I Am Robot: Mobile Technology and the Sales Rep

Mobile has become an integral part of the shopping experience. There are even some opinion pieces that propose retail “reps” as we know them will soon become obsolete, as information (often more accurate than that provided by the rep) is more quickly gathered by use of smart phones. The rep, in theory, is headed for extinction. Nothing could be further from the truth.

Back in the 50s people contended that waiters would vanish with the advent of automats. By 2000 we would have flying cars and robots would do all our household chores. I clearly remember being told in 1999 (just prior to the bubble bursting) that within five years cable TV would vanish, there would be no more cash and the hotels would no longer require interacting with a human being at the point of checkin. Clearly these things didn’t happen, at least not as they were foretold.

Mobile technology hasn’t changed the fundamentals of communication, but it has made the process more complex just as writing did when it was introduced several thousand years ago (I have to wonder if there were Sumerians saying that the new-fangled technology of writing would kill speaking).  Sales folks are simply going to evolve into something new and mobile technology is going to be a tool, not a replacement. The challenge is developing mobile technology that is sensitive to the context of both employee and shopper.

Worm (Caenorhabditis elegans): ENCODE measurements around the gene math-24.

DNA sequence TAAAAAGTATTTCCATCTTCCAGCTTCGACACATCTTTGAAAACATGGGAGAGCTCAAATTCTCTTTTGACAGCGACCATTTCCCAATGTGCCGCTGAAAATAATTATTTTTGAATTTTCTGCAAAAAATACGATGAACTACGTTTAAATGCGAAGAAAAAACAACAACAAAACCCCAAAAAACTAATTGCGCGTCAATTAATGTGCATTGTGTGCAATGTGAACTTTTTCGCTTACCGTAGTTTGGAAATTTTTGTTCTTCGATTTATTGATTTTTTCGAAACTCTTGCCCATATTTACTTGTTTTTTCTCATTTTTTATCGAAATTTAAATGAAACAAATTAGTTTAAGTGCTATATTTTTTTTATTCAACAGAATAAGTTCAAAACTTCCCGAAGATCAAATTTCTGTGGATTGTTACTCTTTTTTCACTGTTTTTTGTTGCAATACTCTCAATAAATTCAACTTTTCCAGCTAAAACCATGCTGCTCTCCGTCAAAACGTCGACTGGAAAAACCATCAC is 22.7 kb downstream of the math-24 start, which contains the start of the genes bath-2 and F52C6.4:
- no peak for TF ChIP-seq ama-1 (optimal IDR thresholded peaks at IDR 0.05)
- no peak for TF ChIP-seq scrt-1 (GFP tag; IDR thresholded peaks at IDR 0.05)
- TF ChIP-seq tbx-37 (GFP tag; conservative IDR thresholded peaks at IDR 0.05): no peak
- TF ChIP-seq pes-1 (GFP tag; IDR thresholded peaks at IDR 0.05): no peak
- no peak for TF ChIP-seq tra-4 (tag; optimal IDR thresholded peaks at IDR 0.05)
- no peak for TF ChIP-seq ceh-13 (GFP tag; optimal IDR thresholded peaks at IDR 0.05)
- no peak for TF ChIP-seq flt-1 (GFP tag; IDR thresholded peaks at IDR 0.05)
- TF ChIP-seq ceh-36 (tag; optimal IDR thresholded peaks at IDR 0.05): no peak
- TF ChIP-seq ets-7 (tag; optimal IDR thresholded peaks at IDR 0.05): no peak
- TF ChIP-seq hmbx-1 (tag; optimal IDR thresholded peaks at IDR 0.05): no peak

Most of what research are finding is that mobile isn’t making retail interactions less important because we still prefer face-to-face interactions, but it is allowing us to be more selective. When the daily conversation is positive or intimate, we want face-to-face communication. But when the conversation is negative, we increasingly struggle with face-to-face interactions in part due to the ease with which the web has made it to avoid direct conflict. Similarly, in the retail environment, where the process is increasingly less transactional and more experiential, mobile is a tool that can facilitate or stop interaction. Long story short:

  • People want face-to-face interactions when it generates intimacy
  • Texting tools and apps are training us not to be able to deal with conflict in a face-to-face encounter
  • People use their devices to avoid interaction with strangers or to signal that they want to be left alone by their intimates
  • Think about how mobile can integrate with a shopping context, not replace it

While mobile technology definitely affects the interaction, it is a question of integration rather than replacement.  Retail shopping has become as much about the experience than the stuff being sold — the store is a media channel. That means reps will still be there but their roles will increasingly develop into mediators of a storyline than people simply pushing products. Think of the emphasis Southwest Airlines has put on personality as the top of the criteria for flight attendants. The interaction on the retail stage is about fulfilling the need for validation on the part of the shopper.

Published by gavinjohnston67

Take an ex-chef who’s now a full-fledge anthropologist and set him free to conduct qualitative research, ethnography, brand positioning, strategy and sociolinguistics studies and you have Gavin. He is committed to understand design and business problems by looking at them through an anthropological lens. He believes deeply in turning research findings into actionable results that provide solid business strategies and design ideas. It's not an insight until you do something with it. With over 18 years of experience in strategy, research, and communications, he has done research worldwide for a diverse set of clients within retail, legal, banking, automotive, telecommunications, health care and consumer products industries.

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